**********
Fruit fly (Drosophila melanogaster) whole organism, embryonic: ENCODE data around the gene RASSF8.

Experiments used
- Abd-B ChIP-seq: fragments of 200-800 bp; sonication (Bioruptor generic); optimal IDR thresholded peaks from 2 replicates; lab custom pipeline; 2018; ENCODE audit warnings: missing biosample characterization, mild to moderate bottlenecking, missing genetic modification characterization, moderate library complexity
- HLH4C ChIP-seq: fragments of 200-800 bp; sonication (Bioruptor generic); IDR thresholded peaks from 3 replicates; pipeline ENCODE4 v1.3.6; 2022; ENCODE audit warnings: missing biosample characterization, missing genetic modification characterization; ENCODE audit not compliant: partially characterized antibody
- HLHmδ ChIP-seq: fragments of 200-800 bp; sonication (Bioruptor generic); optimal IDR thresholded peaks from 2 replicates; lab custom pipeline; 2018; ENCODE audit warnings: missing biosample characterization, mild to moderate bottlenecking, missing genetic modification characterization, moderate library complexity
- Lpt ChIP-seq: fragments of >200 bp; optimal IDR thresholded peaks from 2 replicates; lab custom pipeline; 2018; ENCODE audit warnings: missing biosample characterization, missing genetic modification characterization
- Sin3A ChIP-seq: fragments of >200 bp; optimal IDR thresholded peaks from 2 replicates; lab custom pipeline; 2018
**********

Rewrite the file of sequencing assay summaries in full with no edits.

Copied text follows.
Fruit fly (Drosophila melanogaster) whole organism, embryonic: ENCODE data around the gene RASSF8.

Experiments used
- Abd-B ChIP-seq: fragments of 200-800 bp; sonication (Bioruptor generic); optimal IDR thresholded peaks from 2 replicates; lab custom pipeline; 2018; ENCODE audit warnings: missing biosample characterization, mild to moderate bottlenecking, missing genetic modification characterization, moderate library complexity
- HLH4C ChIP-seq: fragments of 200-800 bp; sonication (Bioruptor generic); IDR thresholded peaks from 3 replicates; pipeline ENCODE4 v1.3.6; 2022; ENCODE audit warnings: missing biosample characterization, missing genetic modification characterization; ENCODE audit not compliant: partially characterized antibody
- HLHmδ ChIP-seq: fragments of 200-800 bp; sonication (Bioruptor generic); optimal IDR thresholded peaks from 2 replicates; lab custom pipeline; 2018; ENCODE audit warnings: missing biosample characterization, mild to moderate bottlenecking, missing genetic modification characterization, moderate library complexity
- Lpt ChIP-seq: fragments of >200 bp; optimal IDR thresholded peaks from 2 replicates; lab custom pipeline; 2018; ENCODE audit warnings: missing biosample characterization, missing genetic modification characterization
- Sin3A ChIP-seq: fragments of >200 bp; optimal IDR thresholded peaks from 2 replicates; lab custom pipeline; 2018